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Thursday, August 6, 2020

Coronavirus Update 8-6-2020: Congress must pass the Save Our Stages Act #saveourstages


Today I'm taking a brief detour from the employment-law implications of COVID-19 to discuss an issue near and dear to my heart—the devastating impact COVID-19 has had on independent music venues. I am urging you to contact your Representative and Senators to implore them to pass the Save Our Stages Act. 

I love live music. I love discovering new bands in a small, sweaty club. I love bonding with my daughter at a concert. I love seeing my favorites with my body pressed up against the stage while strangers slam into me. I love not being able to fall asleep from the adrenaline rush of a just-finished concert. I love the unhealthy sore throat and ringing in my ears the morning after. 

Live music is not just a passion for me and so many others. It's also the lifeblood of myriad communities. It not only supports the venues themselves and their employees, but also touring and local artists, the restaurants and other neighborhood establishments that surround the venues, and hotels and other tourism-related businesses such a taxis and rideshares. Currently, live music is at a standstill. The independent venues that keep music flowing through communities are dark and are generating no revenue for themselves or others. If they do not obtain relief, it is estimated that as many as 90 percent won't survive the pandemic and will permanently close.

This loss would prove catastrophic for the clubs, their communities, the musicians, and us fans. As explained in this letter to Congress, signed by over 700 artists, from the famous who have long out-paced the size of these venues (like Ozzy Osbourne and Robert Plant), to the up and coming (like Soccer Mommy and Lucy Dacus) who need these clubs for their livelihoods, to the long past their relevance or never relevant in the first place (like Pat Boone and The Amazing Kreskin):

Independent venues are asking for an investment to secure their future, not a handout. One Chicago report found that every dollar small venues generate in ticket sales results in $12 of economic activity. If these independent venues close forever, cities and towns across America will not only lose their cultural and entertainment hearts, but they will lose the engine that would otherwise be a driver of economic renewal for all the businesses that surround them.

The Save Our Stages Act would create $10 billion in stimulus grants targeted specifically for independent venue operators, promoters, and producers to pay for expenses that have backlogged during the coronavirus shutdown, including rent, utilities, mortgage payments, taxes and payroll.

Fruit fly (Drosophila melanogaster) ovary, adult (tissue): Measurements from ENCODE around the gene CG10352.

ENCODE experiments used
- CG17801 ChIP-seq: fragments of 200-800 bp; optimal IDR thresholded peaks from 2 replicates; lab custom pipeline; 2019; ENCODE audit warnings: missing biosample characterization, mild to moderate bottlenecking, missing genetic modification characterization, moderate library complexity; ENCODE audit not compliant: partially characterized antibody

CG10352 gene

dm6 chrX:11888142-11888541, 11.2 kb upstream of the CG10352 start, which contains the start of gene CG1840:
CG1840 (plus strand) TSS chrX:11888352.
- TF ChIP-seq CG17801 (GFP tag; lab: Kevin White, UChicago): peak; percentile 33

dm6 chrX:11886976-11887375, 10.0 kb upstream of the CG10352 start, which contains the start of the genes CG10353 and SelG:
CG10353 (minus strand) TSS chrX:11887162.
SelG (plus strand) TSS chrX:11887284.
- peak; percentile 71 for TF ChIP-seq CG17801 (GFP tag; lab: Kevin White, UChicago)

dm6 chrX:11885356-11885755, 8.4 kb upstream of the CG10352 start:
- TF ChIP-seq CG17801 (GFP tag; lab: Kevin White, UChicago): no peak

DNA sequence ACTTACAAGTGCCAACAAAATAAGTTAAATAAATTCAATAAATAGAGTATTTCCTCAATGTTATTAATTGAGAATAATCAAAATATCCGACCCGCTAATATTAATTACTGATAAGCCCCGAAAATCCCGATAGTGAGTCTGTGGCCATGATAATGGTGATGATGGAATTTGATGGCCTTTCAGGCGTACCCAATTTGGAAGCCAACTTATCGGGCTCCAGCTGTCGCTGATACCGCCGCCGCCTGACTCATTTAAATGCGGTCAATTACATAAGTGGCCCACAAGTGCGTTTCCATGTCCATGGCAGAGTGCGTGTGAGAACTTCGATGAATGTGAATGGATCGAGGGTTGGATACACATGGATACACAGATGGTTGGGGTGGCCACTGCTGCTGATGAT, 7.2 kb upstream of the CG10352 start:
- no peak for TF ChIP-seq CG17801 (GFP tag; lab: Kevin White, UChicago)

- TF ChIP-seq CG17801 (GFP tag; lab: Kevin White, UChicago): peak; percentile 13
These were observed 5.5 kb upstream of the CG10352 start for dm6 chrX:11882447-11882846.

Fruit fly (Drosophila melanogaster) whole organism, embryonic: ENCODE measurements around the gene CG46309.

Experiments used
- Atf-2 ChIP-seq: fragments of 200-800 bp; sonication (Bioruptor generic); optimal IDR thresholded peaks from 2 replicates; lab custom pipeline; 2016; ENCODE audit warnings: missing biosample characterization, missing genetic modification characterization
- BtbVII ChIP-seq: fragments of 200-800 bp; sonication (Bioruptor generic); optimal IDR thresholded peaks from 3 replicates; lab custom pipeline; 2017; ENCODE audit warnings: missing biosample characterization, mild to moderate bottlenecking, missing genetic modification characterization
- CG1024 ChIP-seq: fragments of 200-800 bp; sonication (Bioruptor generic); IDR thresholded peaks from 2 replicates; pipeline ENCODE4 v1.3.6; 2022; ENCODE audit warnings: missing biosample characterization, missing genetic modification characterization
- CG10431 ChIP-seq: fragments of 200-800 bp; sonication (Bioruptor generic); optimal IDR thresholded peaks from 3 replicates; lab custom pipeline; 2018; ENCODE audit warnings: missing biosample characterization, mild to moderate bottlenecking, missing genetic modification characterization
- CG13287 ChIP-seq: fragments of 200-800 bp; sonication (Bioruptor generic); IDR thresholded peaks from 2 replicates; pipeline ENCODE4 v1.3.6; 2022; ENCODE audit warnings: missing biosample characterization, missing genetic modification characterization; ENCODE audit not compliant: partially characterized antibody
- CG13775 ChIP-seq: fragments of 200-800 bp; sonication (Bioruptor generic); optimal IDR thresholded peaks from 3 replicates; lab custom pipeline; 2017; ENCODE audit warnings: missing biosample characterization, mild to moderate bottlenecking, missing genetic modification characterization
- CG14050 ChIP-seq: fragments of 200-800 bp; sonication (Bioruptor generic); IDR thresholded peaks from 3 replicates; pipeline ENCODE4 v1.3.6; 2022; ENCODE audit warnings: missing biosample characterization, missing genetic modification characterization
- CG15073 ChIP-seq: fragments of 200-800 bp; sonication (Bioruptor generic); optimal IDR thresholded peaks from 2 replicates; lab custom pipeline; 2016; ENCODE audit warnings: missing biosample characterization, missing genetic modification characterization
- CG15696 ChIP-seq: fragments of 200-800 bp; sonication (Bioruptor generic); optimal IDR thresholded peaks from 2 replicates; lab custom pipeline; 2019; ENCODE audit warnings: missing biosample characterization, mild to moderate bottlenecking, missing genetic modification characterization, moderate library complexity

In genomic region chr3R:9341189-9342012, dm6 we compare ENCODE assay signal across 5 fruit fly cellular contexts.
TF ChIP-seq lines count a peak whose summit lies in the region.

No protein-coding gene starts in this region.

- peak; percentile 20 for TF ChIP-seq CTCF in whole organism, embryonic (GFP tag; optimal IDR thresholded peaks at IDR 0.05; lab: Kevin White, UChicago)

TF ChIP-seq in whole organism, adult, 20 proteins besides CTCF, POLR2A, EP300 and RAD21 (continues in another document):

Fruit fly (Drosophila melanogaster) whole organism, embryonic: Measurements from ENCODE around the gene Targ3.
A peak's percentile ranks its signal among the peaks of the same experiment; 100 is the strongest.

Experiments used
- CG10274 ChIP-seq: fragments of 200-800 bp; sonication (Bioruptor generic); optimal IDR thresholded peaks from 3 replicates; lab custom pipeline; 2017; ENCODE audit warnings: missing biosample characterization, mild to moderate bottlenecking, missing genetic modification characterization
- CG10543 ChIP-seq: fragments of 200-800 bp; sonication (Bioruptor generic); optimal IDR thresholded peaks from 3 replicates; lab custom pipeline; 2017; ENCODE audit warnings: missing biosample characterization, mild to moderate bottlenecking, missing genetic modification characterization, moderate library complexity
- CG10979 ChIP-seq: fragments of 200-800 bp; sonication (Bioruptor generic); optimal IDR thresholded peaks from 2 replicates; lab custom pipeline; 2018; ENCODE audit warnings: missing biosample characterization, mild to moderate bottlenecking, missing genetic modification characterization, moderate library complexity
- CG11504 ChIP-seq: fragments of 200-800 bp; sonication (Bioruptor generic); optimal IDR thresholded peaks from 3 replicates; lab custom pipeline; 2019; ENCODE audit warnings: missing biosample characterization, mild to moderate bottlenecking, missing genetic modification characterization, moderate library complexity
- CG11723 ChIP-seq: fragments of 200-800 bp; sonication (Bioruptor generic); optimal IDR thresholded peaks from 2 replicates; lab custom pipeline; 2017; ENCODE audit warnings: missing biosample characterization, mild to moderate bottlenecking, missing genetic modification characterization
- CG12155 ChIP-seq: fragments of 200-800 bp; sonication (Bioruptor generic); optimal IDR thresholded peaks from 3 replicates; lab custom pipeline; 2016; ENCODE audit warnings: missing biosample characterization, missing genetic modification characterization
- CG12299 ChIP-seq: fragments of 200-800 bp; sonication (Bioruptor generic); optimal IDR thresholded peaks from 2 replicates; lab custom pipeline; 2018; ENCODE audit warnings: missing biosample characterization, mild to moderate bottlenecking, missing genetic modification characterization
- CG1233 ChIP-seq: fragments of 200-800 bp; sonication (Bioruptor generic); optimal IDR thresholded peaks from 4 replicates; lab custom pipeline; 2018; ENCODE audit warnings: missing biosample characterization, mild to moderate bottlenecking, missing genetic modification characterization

As explained by Senator Amy Klobuchar, one of the bill's bipartisan co-sponsors:

[With music venues], it’s not like some of the businesses can be half-open. It’s either open or closed for the most part. You could envision a day where maybe they can do social distancing, but it’s really hard in mosh pits to do that. (I know that from my daughter. I can’t say I’ve been in a lot of mosh pits myself.) It makes it unique because of the fact that, while the PPP grants were welcome, those venues are in a unique situation where that wasn’t as much help as it was for other businesses. They’ve always operated on a thin margin. There is an estimated $9 billion in losses expected should ticket sales not resume until 2021. And so we really tried to focus this on the independent, smaller venues. It’s an extension of PPP — kind of like the airlines was — to get at a particularly hard-hit industry that the PPP isn’t going to work for.

This legislation has broad bipartisan support, and yet it's inexplicably stalled on the floors of both the House and the Senate. Perhaps Congress does not view live music venues as a priority in a country turned completely upside by a pandemic and with no end in sight. Yet, $10 billion is a drop in the budget bucket, and would mean so much to these venues, the communities they serve, and the fans they service.

I very much look forward to the day when I can again have my body pressed up against the stage at the Beachland Ballroom or stand inches from the band on stage at the Grog Shop. But I won't be able to if those clubs no longer exist. I love live music. I just hope that live music has a place to go after COVID is a memory.

Today, I urge you to support the National Independent Venue Association and the Save Our Stages Act. 

Please visit saveourstages.com to tell your legislators to support this bill. They need to hear how important this issue is to so many of their constituents. Time is running out to enact this important legislation into law to save our stages. 

* Photo by Anthony DELANOIX on Unsplash